Notes on Digestion

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Digestion Facts:

Gastric Motility:

• During the intestinal phase, gastric motility is inhibited by distention of the small intestine.

• Gastrin speeds up gastric motility (emptying of stomach).


• The stomach is the most distensible part of the gastrointestinal tract.

Pancreatic Juice:

• Pancreatic juice contains: [pancreatic amylase (carbohydrates)], [chymotrypsin, elastase, carboxypeptidase (protein)], [pancreatic lipase (triglycerides)], and [ribonuclease and deoxyribonuclease (for nucleic acids)].


• Constipation can be caused my several reasons including emotional stress, spasm of the colon, and lack of exercise.

Galactose Absorption:

• Galactose is absorbed by primary active transport.

Monoglyceride Absorption:

• Monoglycerides are absorbed from the lumen of the GI tract by simple diffusion.


• Anabolism is not a function of the digestive system.

Carbohydrate Digestive Enzymes:

• Carbohydrate digestive enzymes include: sucrase, amylase, maltase, lactase.

Saliva Secretion:

• Saliva secretion is not ceased after food is swallowed. Saliva secretion is stimulated by parasympathetic impulses.


• Secretin promotes the secretion of bicarbonate ions present in pancreatic juice.


• Mass peristalsis: a strong peristaltic wave that begins in the middle of the transverse colon and quickly drives the colonic contents into the rectum.

Protein Digestion:

• Brush border of the small intestine produces enterokinase.

• Carboxypeptidase digests peptides from the acid end of the molecule.

Salivary Glands:

• Salivary glands that consist of serous acini are parotid glands.

Parietal Cell Secretions:

• Parietal cells in gastric glands are stimulated by H2 receptors, histamine, acetylcholine, and gastrin.

Digestion in Mouth:

Saliva Composition:

• Saliva contains 99.5% water and the rest solutes.

• Solutes include Na, K, Cl, HCO3-, phosphate, urea, uric acid, mucus, IgA, lysozyme, and salivary amylase.

• Water is used to dissolve food.

• Cl ions activate saliva amylase.

• HCO3- and phosphate buffer food, so saliva is only slightly acidic.


• Mucus lubricates food.

• IgA prevents microbes from attaching to the epithelium.


• Lysozyme kills bacteria, preventing infection.

Saliva Secretion:

• Saliva is secreted by parasympathetic stimulation.

• Dryness in mouth is caused by stress, triggered by sympathetic stimulation.

• Salivation is controlled by parasympathetic neurons of the facial nerve (CN VII) and glossopharyngeal nerve (CN IX).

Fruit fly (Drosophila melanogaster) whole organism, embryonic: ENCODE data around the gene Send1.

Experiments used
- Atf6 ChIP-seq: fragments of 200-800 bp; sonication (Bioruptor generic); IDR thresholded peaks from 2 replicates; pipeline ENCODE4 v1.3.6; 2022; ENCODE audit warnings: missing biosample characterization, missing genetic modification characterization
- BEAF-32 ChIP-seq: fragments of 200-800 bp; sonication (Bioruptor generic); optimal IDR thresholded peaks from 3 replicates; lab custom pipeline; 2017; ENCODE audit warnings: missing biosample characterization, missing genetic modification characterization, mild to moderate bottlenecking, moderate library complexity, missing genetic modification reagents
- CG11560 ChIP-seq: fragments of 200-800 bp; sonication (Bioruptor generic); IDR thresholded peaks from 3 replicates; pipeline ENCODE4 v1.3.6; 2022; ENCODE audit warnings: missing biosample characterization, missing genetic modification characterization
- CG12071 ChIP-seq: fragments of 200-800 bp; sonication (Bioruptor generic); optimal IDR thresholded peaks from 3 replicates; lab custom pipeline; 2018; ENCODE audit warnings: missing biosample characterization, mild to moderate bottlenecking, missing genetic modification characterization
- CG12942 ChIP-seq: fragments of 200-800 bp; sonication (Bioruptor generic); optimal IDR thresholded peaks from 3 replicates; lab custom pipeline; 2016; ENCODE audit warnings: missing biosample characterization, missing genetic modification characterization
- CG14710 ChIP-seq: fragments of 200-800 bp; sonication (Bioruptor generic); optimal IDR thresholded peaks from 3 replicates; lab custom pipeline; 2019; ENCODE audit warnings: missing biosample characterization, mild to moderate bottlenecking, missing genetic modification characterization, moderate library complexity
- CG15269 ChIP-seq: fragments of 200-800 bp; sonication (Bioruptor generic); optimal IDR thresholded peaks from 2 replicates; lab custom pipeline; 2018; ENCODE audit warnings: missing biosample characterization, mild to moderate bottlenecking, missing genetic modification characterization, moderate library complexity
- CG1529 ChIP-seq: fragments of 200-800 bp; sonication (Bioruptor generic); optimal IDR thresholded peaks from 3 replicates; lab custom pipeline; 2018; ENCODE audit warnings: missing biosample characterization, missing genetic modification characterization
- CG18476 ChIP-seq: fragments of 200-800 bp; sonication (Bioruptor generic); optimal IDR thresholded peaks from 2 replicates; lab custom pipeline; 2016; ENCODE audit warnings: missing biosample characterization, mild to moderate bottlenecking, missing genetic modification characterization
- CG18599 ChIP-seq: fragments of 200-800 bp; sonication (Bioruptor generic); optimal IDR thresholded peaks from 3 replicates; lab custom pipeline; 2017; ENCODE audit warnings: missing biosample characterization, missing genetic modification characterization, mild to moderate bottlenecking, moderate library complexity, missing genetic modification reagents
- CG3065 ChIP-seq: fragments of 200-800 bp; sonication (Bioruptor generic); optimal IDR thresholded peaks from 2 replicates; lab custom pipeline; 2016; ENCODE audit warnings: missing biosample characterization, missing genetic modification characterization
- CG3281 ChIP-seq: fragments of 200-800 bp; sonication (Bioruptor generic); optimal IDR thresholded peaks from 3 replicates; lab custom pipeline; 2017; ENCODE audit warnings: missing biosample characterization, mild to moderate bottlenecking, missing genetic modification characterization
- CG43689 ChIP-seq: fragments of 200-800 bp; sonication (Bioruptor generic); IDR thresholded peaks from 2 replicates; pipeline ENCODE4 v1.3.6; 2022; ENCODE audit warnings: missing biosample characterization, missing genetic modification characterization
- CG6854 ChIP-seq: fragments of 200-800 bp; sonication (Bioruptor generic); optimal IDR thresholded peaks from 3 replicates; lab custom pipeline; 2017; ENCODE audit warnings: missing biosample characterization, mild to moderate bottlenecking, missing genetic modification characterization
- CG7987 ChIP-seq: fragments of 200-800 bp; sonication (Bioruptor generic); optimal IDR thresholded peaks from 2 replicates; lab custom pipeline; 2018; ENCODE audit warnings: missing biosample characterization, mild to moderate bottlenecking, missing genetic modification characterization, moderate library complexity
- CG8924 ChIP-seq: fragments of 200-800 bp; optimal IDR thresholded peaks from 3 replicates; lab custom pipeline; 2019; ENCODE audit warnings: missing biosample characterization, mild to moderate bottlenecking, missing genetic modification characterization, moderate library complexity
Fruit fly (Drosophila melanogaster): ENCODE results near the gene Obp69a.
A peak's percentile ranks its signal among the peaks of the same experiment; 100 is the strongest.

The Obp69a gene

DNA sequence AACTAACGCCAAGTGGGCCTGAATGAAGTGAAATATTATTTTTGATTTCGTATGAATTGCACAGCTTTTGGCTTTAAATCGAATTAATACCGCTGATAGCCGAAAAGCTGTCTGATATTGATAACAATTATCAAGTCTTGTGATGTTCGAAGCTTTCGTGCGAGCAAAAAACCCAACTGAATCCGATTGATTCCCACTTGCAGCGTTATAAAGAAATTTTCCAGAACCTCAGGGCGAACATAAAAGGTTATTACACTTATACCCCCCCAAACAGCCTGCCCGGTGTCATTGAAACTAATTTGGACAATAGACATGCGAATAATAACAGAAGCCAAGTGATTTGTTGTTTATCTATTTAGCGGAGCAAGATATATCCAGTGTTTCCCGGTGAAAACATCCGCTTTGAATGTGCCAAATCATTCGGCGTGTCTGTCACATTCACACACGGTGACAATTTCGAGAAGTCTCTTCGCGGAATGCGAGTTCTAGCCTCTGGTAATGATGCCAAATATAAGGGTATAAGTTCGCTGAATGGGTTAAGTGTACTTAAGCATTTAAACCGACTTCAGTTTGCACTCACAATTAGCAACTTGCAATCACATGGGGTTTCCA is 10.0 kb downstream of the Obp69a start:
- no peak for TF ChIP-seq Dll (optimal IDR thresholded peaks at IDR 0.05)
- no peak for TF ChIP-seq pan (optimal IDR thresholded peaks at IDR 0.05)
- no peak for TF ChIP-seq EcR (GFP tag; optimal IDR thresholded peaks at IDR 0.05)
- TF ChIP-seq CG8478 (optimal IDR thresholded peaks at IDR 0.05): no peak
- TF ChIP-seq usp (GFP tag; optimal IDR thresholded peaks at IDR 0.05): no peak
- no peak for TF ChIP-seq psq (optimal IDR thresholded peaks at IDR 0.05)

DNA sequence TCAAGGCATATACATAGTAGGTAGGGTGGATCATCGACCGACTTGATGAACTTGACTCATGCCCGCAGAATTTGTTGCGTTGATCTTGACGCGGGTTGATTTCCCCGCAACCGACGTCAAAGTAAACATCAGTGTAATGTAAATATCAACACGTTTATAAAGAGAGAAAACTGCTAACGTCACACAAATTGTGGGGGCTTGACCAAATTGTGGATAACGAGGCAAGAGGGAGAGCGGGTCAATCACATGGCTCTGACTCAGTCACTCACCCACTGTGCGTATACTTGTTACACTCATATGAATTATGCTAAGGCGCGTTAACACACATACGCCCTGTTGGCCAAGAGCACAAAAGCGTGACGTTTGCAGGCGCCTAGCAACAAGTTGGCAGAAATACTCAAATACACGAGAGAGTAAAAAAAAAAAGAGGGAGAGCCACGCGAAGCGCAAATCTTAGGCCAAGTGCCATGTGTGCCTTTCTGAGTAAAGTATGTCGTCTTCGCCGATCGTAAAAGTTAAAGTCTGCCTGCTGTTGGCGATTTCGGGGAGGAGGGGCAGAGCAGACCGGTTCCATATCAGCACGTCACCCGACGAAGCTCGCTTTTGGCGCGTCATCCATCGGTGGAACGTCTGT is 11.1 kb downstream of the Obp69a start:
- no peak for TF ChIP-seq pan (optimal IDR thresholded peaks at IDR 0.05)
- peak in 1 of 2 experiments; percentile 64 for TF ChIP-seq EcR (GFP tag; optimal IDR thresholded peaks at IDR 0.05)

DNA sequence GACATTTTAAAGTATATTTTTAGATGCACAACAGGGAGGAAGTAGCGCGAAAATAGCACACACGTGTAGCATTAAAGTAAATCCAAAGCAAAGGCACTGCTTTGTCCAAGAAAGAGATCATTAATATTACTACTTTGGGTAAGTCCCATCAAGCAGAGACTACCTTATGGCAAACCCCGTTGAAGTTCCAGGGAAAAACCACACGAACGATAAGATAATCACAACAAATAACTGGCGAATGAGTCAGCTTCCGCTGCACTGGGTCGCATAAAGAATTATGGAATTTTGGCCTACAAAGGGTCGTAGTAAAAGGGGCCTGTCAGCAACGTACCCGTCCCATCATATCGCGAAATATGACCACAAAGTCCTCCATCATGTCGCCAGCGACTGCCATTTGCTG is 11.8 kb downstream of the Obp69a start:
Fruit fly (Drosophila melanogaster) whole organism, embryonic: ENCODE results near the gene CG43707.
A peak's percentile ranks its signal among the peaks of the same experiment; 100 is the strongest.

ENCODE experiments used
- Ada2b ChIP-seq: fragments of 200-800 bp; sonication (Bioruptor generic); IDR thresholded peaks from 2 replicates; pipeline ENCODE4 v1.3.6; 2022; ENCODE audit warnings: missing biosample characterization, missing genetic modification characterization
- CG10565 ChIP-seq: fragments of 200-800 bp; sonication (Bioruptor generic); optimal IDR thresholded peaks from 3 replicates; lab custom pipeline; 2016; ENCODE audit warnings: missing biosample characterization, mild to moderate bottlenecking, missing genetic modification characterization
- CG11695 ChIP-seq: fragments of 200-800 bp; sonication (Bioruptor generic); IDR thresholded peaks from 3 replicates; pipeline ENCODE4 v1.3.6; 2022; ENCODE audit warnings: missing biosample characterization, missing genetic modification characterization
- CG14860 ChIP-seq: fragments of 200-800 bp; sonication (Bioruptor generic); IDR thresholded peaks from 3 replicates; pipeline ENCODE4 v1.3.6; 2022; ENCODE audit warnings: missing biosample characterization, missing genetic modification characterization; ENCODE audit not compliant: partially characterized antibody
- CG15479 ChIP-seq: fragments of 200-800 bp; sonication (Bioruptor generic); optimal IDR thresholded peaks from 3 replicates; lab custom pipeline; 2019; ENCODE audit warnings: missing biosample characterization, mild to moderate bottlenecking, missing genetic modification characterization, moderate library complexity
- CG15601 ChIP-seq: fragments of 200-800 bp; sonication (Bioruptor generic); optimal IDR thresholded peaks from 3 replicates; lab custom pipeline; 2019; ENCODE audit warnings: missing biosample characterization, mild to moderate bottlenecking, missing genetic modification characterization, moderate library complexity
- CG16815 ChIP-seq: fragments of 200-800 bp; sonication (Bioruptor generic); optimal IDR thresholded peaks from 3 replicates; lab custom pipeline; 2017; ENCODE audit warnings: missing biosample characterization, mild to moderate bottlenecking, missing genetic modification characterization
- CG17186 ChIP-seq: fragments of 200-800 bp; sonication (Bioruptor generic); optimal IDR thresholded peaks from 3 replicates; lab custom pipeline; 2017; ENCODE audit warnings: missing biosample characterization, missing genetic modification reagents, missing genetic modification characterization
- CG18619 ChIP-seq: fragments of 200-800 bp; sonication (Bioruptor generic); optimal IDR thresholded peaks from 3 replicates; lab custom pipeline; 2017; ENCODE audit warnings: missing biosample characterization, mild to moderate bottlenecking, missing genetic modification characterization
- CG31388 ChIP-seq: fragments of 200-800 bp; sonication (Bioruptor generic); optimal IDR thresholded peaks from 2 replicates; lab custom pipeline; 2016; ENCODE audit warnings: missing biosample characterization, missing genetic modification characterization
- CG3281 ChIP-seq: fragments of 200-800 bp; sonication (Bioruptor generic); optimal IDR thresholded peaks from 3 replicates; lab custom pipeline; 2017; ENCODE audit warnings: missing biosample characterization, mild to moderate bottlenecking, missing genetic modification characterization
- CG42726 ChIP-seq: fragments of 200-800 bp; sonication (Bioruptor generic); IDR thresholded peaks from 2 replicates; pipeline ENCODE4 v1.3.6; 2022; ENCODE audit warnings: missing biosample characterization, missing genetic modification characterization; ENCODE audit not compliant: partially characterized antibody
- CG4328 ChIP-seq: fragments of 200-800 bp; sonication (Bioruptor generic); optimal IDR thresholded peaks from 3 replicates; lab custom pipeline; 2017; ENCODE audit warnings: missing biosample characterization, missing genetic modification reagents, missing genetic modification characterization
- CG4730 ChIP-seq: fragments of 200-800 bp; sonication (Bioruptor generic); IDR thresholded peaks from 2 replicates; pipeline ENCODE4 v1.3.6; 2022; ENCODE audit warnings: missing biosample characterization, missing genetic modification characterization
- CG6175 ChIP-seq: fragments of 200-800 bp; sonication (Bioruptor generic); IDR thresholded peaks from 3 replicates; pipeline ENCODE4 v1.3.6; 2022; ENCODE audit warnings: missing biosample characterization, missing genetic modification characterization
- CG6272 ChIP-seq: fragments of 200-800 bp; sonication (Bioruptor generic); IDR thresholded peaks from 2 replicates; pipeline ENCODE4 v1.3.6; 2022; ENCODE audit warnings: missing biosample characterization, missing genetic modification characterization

Digestion in Stomach:


• Minutes after a meal, peristaltic movements called mixing waves begin in the stomach, which mix food reducing it to chyme.

• Mixing waves are less intense in the fundus, and more intense at the pylorus.

Salivary Amylase:

• Action of salivary amylase continues until stopped by gastric juices.

Parietal Cells:

• Parietal cells secrete HCl which partially denatures proteins and promotes the action of gastric juices.


• Chief cells secrete pepsinogen, which in active form - pepsin - digests protein.


• Increased pH stimulates release of acetylcholine which stimulates secretion of gastrin.


• G cells secrete gastrin which stimulates parietal cells and chief cells, stimulates growth of gastric glands, and strengthen contractions of the lower esophageal sphincter.

• Small amounts of gastrin is also released by the small intestine.

• Histamine and caffeine can stimulate release of gastrin.

Phases of Digestion:

• Gastric digestion occurs in three phases: cephalic, gastric, and intestinal phase.

• Only alcohol, water, ions, short-chain fatty acids and some drugs are absorbed in the stomach.

Additional Reading:

Basic Gastroenterology

1. Basic Gastrointestinal Physiology
2. Digestion FAQ, Defecation reflex, etc.
3. Digestion
4. Notes on Functions of the Liver
5. Notes on Jaundice
6. Types of Jaundice
7. Diagram of Gastric Blood Supply
8. FAQ on Gastric Digestion
9. Usage of the D-xylose Absorption Test

Gastroenterology Videos

1. Video of Abdominal Examination in a Clinical Setting

Related Topics

1. Gastrointestinal Disorders
2. Hepatobiliary and Pancreatic Disorders
3. Histology of the Digestive Tract I: Oral Cavity
4. Histology of the Digestive Tract II: Esophagus through Intestines
5. Histology of the Liver, Pancreas, and Gall Bladder
6. Abdominal Examination for Internal Medicine

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